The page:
About 35% of local voters — in the Cave Spring and Lindale areas — are in state House District 12, which also includes all of Chattooga County.
Republican Robert Watson is challenging incumbent Eddie Lumsden. There are no Democratic candidates seeking the seat so the winner of the May 24 primary will be unopposed in November.
The candidates were each sent several questions about their qualifications and how they would govern in the Georgia General Assembly. Their responses will be published as they are returned.
Lumsden, an insurance agency owner and retired Georgia state trooper, was first elected in 2012.
What makes you the best candidate to represent the district in the Georgia House?
I have 50 years of experience in public service: 6 years military (Air Force/Air Guard), 30 years in law enforcement (state trooper), 5 years as a Floyd County Commissioner and 10 years as a state representative.
I also am a small business owner who has helped countless people with insurance and financial matters.
Those experiences have made me well aware of the problems people face in their daily lives and have given me an understanding of how government can best serve the citizens.
I learned very early in my life that what happens at the State House affects all Georgia citizens. Because of the knowledge I have acquired from those experiences I have been able to pass hundreds of bills that impact Georgia citizens in a positive way and address the concerns they have asked me to help them with. I have a record of success in doing the job.
The only thing the Legislature is required to do is pass a budget. What are your budget priorities?
Public safety and education.
In order for any society to exist there must be order based on law. In society today there are those who choose chaos over order and target those who protect the peace and preserve that order. When we do not support those who preserve, protect and defend us then we as a society are in decline. Public safety funding is a high priority. We must attract qualified individuals who will do the job professionally and pay, equip and support them fiscally and legally.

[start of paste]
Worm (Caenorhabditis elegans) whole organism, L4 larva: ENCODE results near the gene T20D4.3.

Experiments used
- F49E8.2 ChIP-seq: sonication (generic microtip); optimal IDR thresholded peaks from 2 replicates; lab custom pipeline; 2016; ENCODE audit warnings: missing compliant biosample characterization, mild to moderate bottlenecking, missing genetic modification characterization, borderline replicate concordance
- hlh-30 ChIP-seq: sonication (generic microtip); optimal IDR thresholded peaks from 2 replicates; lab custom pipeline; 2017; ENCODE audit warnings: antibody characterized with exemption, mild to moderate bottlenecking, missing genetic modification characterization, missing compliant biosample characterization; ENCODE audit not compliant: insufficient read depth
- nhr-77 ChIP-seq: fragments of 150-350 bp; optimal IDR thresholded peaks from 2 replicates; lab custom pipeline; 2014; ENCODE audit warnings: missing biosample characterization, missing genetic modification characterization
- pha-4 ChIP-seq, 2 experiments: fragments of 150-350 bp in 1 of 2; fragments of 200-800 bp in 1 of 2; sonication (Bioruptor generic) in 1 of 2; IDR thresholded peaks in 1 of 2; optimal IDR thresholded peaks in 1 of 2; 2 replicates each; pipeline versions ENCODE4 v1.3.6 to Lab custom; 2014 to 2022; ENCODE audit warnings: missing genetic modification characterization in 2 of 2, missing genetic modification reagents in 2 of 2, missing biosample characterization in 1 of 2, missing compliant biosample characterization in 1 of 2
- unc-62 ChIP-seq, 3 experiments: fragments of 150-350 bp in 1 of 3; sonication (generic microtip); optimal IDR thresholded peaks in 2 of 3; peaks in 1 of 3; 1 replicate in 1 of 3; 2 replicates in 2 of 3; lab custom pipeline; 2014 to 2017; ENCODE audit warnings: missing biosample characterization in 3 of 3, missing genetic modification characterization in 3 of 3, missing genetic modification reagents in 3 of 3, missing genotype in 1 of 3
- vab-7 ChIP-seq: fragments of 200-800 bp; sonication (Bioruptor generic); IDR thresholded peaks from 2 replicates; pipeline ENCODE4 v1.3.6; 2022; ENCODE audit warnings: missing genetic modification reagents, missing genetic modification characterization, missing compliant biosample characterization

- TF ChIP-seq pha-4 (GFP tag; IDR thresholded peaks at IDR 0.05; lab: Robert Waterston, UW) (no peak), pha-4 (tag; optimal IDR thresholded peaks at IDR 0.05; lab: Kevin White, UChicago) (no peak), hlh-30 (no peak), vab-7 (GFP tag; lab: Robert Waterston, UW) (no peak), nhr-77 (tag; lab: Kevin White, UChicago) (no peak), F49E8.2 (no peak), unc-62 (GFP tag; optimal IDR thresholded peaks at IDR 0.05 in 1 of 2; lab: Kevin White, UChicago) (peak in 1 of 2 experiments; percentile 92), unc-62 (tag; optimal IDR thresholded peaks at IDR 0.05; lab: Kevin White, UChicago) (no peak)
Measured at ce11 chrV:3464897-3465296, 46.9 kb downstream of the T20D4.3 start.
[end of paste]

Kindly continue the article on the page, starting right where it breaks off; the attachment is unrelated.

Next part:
Adequate funding to provide an education for our young is vitally important as well. Making sure they have opportunity for a quality education is vital to all citizens and the future of society. We must ensure that what is being taught is relevant to the future demands of the marketplace as well as basic life skills. Funding for vocational/technical as well as college prep are of equal importance.
It appears that Roe v Wade will be overturned, throwing the abortion issue back to the states. What should the Legislature do?
The Legislature has already acted in passing the Heartbeat Bill, which I supported and voted for. At present, we still have to see the final Dobbs decision from SCOTUS to understand the total legal landscape, because what has been leaked is not the complete story.
I’m probably most hopeful that all of the diligent and carefully crafted prolife laws we already have in the Heartbeat Bill and elsewhere in law will be fully enforceable upon that decision.
The next task will be even more tedious — to engage with our prolife medical professionals to determine what else is needed to prohibit reckless and voluntary terminations while protecting our life-loving medical professionals who practice in obstetrics and better understand the nuances of voluntary terminations vs involuntary.
If additional legislative action is needed it can only happen when all the facts are known and clearly understood.
Housing and healthcare are major considerations in households planning for the future. What can/should the state do to make them more affordable?
Both housing and healthcare are in large part federal issues. However, the state can and does have some ability to impact the cost. One thing the state is doing is providing more slots in our medical schools for mid-level and primary care physicians and providing incentives for them to practice in rural parts of the state.
With more primary care physicians spread out over the state more citizens will have access to a doctor. By seeing a physician many problems can be detected and early identification of a problem leads to lesser costs. Programs that encourage citizens to see a physician, identify lifestyle habits that contribute to poor health and encourage change will go a long way in bringing cost down as well.
Federal fiscal policy has caused inflation and interest rates to increase, making it hard on consumers. The greatest cost reduction would come about by reducing some regulatory requirements, which add significantly to the cost of a loan. Creative financing options can also be helpful.